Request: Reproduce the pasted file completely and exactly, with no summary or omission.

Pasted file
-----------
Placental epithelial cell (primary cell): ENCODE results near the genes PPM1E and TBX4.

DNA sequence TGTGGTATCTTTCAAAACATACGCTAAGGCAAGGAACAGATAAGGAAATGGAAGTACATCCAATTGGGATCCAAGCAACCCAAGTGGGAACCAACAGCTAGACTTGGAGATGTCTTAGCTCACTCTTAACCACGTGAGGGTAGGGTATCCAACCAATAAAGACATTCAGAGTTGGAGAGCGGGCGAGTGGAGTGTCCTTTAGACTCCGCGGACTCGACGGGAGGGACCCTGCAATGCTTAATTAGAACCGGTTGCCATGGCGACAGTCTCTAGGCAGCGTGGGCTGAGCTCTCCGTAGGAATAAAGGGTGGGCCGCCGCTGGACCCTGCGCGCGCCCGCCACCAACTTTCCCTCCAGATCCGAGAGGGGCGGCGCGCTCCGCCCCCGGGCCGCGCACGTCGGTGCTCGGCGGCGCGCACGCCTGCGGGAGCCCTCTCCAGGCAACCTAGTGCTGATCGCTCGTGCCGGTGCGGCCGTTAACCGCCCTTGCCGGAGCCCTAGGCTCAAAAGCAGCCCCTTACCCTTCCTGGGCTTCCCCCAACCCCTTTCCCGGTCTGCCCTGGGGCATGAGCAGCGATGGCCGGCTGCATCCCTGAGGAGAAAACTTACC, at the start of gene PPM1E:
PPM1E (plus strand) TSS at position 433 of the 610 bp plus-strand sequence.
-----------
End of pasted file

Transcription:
Placental epithelial cell (primary cell): ENCODE results near the genes PPM1E and TBX4.

DNA sequence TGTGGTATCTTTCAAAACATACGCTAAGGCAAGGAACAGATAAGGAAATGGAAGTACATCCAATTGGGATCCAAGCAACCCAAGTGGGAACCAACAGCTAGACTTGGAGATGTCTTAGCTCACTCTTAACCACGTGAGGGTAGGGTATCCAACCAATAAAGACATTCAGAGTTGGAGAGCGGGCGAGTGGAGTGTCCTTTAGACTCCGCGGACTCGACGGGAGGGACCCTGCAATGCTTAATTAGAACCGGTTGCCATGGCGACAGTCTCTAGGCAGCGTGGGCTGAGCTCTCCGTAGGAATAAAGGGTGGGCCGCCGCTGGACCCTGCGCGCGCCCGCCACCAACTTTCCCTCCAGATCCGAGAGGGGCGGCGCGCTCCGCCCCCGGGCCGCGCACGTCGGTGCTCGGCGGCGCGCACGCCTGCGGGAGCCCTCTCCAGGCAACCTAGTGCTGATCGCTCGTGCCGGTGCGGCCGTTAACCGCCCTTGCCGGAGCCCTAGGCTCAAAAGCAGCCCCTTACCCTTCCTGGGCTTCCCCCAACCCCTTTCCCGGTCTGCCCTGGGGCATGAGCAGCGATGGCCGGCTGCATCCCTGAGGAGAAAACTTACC, at the start of gene PPM1E:
PPM1E (plus strand) TSS at position 433 of the 610 bp plus-strand sequence.